Revision techniques - what really works?
A study into revision methods
So what revision techniques are out there and which ones are the most effective? There’s no easy answer to that second question, but there are studies which give us some clues.
Back in 2013 Prof John Dunlovsky of Kent State University in the United States reviewed 1,000 scientific studies, looking at the ten most popular revision methods.
The most effective techniques
The study looked at ten different revision methods such as highlighting and underlining, re-reading notes and writing summaries. Prof Dunlovsky and his team concluded that two of the methods tested came out on top.
Spreading study out over time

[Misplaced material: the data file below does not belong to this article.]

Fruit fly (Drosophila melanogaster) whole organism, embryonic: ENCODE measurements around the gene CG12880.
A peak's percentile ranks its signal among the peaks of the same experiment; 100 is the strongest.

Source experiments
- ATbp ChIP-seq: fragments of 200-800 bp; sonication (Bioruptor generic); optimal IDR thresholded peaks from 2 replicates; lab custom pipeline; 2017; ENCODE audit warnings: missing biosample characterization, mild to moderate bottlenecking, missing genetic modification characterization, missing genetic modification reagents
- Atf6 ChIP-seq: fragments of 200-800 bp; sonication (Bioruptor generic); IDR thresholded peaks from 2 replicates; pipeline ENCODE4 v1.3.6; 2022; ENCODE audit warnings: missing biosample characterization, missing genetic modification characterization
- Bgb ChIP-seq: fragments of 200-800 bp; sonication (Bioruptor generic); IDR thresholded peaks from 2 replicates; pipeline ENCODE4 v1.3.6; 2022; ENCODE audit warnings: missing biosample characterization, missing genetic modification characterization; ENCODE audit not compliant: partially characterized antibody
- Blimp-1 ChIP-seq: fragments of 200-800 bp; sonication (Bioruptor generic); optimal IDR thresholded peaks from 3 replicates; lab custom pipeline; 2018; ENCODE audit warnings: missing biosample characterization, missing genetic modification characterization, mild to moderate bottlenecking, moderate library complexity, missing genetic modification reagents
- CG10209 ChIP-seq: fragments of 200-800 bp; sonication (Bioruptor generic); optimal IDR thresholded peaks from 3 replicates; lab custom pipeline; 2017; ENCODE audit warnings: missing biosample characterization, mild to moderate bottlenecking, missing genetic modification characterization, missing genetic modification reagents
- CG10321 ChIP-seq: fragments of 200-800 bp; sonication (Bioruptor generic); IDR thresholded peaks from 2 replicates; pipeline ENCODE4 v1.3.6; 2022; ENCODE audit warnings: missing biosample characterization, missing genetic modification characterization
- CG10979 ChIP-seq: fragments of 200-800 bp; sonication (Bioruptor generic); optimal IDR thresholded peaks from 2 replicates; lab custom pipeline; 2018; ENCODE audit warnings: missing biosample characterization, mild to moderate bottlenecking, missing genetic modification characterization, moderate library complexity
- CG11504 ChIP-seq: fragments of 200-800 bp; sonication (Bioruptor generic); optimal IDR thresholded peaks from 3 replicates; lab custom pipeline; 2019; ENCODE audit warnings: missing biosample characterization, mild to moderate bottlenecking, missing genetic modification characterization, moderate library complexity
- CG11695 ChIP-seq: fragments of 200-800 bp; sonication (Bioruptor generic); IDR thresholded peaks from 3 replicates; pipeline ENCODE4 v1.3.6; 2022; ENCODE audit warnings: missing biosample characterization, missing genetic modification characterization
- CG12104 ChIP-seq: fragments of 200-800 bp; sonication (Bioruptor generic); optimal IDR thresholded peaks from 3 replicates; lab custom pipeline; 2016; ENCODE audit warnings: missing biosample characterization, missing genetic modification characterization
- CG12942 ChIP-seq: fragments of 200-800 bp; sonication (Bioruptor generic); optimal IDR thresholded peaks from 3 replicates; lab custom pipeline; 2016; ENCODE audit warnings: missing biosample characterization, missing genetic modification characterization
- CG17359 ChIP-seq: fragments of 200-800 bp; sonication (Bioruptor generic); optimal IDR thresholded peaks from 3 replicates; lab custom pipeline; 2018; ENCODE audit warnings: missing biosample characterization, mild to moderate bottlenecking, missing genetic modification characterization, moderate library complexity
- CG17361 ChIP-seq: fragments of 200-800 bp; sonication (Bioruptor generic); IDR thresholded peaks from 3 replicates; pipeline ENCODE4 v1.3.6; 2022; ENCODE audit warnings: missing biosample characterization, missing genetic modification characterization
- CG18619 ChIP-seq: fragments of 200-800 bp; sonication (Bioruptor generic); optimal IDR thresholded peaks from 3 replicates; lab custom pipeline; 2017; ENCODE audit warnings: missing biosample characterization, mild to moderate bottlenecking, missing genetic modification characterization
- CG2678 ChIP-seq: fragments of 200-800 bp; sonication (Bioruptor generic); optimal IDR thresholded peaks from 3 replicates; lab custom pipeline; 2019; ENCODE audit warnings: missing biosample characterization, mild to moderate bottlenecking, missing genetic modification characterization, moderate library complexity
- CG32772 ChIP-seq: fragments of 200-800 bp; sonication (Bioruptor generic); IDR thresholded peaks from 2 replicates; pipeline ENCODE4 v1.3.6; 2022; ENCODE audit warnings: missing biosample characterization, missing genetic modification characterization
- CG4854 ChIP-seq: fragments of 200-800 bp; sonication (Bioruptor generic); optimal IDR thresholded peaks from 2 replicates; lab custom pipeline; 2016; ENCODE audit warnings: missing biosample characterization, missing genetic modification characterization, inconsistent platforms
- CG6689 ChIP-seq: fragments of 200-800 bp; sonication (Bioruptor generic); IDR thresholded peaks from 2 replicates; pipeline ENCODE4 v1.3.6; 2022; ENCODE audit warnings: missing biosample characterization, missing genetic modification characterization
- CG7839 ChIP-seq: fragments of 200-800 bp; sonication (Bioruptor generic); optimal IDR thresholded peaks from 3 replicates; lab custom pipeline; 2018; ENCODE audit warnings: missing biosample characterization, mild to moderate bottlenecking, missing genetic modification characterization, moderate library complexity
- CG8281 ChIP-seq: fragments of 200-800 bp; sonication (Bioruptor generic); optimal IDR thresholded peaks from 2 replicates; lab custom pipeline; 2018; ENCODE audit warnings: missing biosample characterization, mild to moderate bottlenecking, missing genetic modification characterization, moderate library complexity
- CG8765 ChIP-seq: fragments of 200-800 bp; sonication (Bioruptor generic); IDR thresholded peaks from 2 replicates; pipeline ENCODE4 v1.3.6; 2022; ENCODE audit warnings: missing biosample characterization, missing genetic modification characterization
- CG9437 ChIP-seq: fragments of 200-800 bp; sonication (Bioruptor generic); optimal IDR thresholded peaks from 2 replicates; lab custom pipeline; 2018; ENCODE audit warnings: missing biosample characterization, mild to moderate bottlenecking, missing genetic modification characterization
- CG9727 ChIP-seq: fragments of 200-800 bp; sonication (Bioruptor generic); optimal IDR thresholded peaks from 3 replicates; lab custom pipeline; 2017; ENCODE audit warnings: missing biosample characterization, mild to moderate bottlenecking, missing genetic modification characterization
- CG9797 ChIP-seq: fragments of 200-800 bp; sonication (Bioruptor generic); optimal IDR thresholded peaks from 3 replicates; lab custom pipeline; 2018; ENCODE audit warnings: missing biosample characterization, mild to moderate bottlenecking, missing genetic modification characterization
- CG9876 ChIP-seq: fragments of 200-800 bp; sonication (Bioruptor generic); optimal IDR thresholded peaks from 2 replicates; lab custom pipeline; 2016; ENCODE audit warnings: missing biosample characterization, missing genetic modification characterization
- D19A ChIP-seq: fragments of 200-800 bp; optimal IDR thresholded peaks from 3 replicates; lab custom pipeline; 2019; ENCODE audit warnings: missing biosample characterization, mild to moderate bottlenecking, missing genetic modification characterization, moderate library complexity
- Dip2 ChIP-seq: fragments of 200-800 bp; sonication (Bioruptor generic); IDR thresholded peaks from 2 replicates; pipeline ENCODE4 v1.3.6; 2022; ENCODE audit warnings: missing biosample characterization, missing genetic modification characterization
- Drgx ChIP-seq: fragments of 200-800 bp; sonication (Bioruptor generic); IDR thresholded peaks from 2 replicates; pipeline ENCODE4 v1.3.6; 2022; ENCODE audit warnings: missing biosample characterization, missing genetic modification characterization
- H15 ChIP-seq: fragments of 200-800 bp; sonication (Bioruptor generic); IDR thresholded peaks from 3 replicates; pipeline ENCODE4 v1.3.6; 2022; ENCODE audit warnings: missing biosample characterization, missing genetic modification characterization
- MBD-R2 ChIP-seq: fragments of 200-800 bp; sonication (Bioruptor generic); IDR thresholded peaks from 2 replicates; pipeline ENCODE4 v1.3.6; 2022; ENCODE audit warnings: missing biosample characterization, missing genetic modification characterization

Spreading your revision out over a longer period of time proved to be very effective. So get started as early as you can with revision and avoid cramming in the days before an exam.
According to Prof Dunlovsky, "students who can test themselves or try to retrieve material from their memory are going to learn that material better in the long run".
“Start by reading the text book, then make flash cards of the critical concepts and test yourself. A century of research has shown that repeated testing works.”
The study rated the following three revision techniques as 'moderately effective'.
- Explaining a point or fact you are learning to another person.
- Explaining to yourself, without prompts, how a problem is solved or how facts relate to each other.
- Switching between different subjects and/or types of questions.
Methods such as highlighting text and re-reading notes were found to be less effective. But remember, this is just one research project. There are other studies out there, so it’s not the final word.